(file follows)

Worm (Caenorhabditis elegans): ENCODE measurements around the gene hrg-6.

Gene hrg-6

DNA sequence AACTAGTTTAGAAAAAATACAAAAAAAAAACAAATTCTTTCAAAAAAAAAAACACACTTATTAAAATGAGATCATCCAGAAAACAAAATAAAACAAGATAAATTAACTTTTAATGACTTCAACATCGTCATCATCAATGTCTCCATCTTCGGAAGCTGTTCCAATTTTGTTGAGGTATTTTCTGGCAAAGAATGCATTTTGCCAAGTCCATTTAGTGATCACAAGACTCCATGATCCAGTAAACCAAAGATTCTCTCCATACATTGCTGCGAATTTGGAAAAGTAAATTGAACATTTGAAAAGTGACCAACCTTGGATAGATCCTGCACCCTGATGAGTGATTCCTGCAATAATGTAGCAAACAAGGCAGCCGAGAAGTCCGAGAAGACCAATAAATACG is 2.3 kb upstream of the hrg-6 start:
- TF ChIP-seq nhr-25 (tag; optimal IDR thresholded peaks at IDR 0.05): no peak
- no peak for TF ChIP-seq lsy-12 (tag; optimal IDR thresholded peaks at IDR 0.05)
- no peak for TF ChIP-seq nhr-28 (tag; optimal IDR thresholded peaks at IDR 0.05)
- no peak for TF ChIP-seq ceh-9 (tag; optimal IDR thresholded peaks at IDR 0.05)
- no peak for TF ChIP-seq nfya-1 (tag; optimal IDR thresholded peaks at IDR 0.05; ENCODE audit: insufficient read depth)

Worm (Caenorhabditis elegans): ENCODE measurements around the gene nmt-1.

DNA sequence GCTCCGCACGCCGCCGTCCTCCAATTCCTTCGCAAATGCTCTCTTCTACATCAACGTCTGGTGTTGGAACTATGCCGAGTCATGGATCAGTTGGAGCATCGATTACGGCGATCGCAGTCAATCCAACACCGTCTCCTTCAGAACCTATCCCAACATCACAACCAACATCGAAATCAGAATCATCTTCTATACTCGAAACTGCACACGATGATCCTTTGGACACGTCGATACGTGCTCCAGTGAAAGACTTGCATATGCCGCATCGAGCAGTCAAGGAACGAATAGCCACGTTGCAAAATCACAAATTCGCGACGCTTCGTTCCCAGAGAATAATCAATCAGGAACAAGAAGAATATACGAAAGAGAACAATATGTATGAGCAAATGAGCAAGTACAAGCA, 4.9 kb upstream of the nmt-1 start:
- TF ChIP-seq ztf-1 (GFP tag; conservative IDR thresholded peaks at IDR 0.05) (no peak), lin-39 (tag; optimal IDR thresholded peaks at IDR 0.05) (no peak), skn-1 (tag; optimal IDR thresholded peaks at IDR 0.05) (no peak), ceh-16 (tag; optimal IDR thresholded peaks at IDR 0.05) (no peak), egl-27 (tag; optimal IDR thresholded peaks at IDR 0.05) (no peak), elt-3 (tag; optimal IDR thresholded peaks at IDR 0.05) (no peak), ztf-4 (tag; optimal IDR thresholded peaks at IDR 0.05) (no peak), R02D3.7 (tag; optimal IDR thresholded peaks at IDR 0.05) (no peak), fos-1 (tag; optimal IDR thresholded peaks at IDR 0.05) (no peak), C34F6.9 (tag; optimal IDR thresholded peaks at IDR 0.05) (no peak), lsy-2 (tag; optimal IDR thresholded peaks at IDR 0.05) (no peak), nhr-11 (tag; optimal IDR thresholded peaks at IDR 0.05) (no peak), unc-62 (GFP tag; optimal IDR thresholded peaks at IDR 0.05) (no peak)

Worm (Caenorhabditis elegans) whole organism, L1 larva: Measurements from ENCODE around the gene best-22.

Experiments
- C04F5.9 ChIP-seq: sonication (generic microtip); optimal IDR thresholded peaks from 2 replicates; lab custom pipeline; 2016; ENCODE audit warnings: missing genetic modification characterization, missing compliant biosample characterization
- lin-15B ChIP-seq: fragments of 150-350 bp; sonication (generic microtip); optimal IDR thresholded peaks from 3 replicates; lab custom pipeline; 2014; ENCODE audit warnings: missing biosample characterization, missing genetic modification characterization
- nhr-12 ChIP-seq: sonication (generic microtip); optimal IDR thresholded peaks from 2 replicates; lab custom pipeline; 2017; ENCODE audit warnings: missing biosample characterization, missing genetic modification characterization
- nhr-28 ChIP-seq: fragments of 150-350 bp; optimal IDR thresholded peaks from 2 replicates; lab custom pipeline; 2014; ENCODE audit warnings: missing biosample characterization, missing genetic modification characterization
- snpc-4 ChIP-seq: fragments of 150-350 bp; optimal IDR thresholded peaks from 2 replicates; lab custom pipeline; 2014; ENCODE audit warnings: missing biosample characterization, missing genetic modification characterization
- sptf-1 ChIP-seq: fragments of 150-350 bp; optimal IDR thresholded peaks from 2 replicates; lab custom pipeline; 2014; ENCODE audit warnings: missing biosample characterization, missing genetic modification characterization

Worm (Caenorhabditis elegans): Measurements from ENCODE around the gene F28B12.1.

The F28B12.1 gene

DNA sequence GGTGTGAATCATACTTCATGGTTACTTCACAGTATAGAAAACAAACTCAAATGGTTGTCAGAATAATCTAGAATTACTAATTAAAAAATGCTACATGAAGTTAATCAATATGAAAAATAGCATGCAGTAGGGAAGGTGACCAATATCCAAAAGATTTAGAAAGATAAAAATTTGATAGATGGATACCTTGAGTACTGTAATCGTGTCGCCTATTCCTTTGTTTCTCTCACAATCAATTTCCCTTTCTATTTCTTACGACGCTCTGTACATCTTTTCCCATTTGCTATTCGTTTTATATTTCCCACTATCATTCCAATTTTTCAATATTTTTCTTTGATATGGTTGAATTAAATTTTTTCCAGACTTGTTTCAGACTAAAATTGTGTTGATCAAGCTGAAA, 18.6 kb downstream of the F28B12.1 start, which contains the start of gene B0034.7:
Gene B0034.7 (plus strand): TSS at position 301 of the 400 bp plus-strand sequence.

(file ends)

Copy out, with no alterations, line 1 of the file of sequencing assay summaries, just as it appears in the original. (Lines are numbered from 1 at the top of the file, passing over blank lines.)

Worm (Caenorhabditis elegans): ENCODE measurements around the gene hrg-6.